Islam does not permit violence, says Pakistan Ulema Council chairman Maulana Tahir Ashrafi

April 13, 2021 4:23 pm by Web Desk


Special Assistant to the Prime Minister for Interfaith Harmony Maulana Tahir Ashrafi. File photo
  • Maulana Tahir Ashrafi urges protesters to hold negotiations with govt
  • Islam does not permit violence, says Maulana Tahir Ashrafi
  • PUC chief calls on religious party’s leadership to restrain their workers from committing violence

ISLAMABAD: Special Assistant to the Prime Minister for Interfaith Harmony Maulana Tahir Ashrafi appealed to a religious organisation to shun their protests, saying that Islam does not permit intolerance in the name of religion.

Speaking to Geo News via telephone, he regretted the incident in Dera Ghazi Khan where a police officer was subjected to torture by workers of a religious organisation.

“This police officer is also a member of the Holy Prophet Muhammad’s (Peace be upon him) Ummah. It’s not as if he isn’t a human being,” lamented Ashrafi.

He said the incumbent government had raised the issue of Islamophobia and blasphemy at the global stage, adding that Pakistan had “led the Islamic world” in its fight against blasphemy.

Ashrafi appealed to protesters to think of the people who were at danger from the violence and the women and children who were stranded since the past 24 hours.

“As the chairman of the Pakistan Ulema Council (PUC) I would like to appeal the protesters to realise the danger that the people in need of oxygen are in,” he said. “Whoever it is, whether it is a police officer or a common man or the worker of a religious party, at the end of the day, the blood of a Pakistani is being shed,” added the PUC chairman.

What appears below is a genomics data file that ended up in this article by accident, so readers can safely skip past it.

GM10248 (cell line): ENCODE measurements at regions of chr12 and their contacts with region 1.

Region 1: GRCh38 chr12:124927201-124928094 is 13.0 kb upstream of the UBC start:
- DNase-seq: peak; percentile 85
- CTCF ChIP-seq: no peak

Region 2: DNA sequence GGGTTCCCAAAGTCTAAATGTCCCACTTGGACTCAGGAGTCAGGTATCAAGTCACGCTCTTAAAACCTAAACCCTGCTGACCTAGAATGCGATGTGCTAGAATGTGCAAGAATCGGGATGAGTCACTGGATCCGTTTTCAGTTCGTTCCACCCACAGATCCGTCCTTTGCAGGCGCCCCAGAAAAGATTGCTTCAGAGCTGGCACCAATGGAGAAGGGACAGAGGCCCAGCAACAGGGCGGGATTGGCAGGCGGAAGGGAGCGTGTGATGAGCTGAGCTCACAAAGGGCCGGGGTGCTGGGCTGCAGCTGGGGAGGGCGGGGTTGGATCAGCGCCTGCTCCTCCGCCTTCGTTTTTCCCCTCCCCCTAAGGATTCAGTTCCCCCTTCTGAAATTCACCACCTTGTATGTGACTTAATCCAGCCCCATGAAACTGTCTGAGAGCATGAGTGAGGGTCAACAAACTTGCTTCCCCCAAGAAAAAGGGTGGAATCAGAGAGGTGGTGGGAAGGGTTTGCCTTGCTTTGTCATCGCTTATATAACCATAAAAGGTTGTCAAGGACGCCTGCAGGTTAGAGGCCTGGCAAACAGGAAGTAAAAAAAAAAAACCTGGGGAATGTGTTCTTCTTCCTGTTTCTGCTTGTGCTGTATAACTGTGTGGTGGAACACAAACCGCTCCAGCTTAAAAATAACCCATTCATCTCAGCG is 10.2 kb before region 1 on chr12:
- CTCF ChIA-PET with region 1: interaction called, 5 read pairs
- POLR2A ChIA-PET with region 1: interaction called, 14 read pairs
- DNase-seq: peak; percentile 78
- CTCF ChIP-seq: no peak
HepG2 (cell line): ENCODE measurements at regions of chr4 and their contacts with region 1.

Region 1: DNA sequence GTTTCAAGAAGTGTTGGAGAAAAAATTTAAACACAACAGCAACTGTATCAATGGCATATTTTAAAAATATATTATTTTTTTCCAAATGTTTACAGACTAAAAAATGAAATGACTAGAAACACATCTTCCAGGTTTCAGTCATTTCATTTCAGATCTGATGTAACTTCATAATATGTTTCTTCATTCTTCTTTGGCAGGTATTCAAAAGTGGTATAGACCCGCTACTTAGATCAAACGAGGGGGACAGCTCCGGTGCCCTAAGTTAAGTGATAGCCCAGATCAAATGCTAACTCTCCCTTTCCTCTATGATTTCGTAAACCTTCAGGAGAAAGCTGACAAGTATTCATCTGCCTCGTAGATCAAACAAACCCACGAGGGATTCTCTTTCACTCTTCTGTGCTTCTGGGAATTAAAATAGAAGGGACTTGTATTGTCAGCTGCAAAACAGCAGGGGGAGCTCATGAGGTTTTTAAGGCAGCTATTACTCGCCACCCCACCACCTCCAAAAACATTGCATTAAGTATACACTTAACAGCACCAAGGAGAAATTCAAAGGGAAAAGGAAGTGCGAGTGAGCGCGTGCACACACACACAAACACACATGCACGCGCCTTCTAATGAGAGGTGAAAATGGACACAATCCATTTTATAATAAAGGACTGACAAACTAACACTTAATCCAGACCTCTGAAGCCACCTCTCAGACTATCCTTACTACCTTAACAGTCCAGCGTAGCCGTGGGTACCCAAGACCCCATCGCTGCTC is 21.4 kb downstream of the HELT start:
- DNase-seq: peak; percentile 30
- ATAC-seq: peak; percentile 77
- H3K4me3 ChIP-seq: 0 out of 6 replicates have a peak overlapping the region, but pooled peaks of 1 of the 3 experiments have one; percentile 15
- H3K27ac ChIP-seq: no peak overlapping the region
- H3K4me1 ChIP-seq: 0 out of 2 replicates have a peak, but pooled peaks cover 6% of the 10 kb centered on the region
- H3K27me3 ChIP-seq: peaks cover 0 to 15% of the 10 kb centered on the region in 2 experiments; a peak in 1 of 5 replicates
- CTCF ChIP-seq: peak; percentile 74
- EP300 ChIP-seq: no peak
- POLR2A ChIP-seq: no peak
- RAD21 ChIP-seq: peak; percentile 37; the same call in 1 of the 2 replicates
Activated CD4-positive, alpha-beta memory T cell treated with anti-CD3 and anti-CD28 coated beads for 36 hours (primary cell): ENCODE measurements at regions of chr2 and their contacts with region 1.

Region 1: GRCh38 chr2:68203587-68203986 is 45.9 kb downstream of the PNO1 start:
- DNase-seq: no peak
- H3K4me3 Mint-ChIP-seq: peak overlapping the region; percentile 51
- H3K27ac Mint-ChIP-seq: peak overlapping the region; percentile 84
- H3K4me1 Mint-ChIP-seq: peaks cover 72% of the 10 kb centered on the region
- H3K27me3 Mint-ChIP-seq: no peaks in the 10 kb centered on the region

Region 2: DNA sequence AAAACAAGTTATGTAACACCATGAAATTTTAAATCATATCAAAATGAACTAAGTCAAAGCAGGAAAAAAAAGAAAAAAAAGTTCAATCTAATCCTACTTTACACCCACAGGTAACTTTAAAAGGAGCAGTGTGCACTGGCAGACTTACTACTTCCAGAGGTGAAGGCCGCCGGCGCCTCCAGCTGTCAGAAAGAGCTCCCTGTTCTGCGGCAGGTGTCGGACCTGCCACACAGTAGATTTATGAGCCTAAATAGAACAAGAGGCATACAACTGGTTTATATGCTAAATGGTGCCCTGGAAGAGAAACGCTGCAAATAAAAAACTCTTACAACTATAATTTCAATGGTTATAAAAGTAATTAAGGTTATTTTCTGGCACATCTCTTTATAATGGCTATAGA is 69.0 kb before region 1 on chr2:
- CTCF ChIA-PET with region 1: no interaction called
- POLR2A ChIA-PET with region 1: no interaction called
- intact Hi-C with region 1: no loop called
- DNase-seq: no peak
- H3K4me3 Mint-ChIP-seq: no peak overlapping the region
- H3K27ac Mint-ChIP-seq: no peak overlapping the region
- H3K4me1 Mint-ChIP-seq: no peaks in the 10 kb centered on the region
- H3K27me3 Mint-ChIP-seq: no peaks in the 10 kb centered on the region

He called upon the leadership of religious parties to restrain their workers from committing acts of violence. “Neither does Islam nor any other religion permit such acts of violence,” he said.

Ashrafi said the Holy Prophet Muhammad (Peace be upon him) had declared it unlawful for a Muslim to cause pain or injury to others, adding that the government was the “gatekeeper of Khatam-e-Nabuwwat” issue and also, was the defender of the honour of the Holy Prophet (Peace be upon him).

He said PM Imran Khan had defended the honour of Holy Prophet Muhammad (Peace be upon him) in front of the entire world, in front of the leading figures of the UN and had spoken out against Islamophobia.

Ashrafi said Pakistan led the Islamic world in its fight against Islamophobia and also, when incidents such as the burning of the Holy Quran took place in some countries, Pakistan was the first to condemn them in the strongest manner.

He urged the protesters to keep in mind the situation of Muslims in Pakistan who were preparing for Sehri for the following day. He said in front of God, all those who were responsible for bloodshed will be held accountable.

“Who will be responsible when people die due to our negligence? We will have to answer for our deeds in front of Allah. If the government makes a mistake, it will have to answer for it [on the Day of Judgment] and in the same way, if people make mistakes, they will also answer for it,” he added.

He said when PM Imran Khan had spoken out against the rise in rape and sexual violence cases due to increasing vulgarities, religious parties should have stood with the prime minister and backed his words.

Ashrafi said whatever was happening in Pakistan, in the form of violent protests, was not appropriate. He urged protesters to come to the negotiating table, adding that Pakistan’s security institutions “are not weak”.

Major sit-ins across Pakistan

Major sit-ins by a religious party which severely disrupted traffic and had thousands of people stranded for hours a day earlier started to wrap up on Tuesday.

However, there were reports of clashes between police and protesters in some parts of the country.

The protests are expected to continue for a second day, but they will remain confined to limited areas.

Traffic in Karachi, Lahore, Islamabad and other parts of the country was blocked in certain areas due to protests and sit-ins by the members of a religious party.


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